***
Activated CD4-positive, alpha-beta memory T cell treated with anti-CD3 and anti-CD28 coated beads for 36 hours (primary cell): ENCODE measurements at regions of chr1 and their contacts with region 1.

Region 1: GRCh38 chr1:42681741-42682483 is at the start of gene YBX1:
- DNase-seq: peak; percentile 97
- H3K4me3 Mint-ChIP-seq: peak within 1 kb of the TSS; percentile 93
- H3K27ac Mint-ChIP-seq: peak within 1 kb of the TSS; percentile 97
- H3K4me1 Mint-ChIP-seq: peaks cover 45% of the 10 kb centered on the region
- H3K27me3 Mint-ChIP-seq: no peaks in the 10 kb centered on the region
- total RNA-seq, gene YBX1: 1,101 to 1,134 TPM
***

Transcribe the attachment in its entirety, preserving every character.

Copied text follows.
Activated CD4-positive, alpha-beta memory T cell treated with anti-CD3 and anti-CD28 coated beads for 36 hours (primary cell): ENCODE measurements at regions of chr1 and their contacts with region 1.

Region 1: GRCh38 chr1:42681741-42682483 is at the start of gene YBX1:
- DNase-seq: peak; percentile 97
- H3K4me3 Mint-ChIP-seq: peak within 1 kb of the TSS; percentile 93
- H3K27ac Mint-ChIP-seq: peak within 1 kb of the TSS; percentile 97
- H3K4me1 Mint-ChIP-seq: peaks cover 45% of the 10 kb centered on the region
- H3K27me3 Mint-ChIP-seq: no peaks in the 10 kb centered on the region
- total RNA-seq, gene YBX1: 1,101 to 1,134 TPM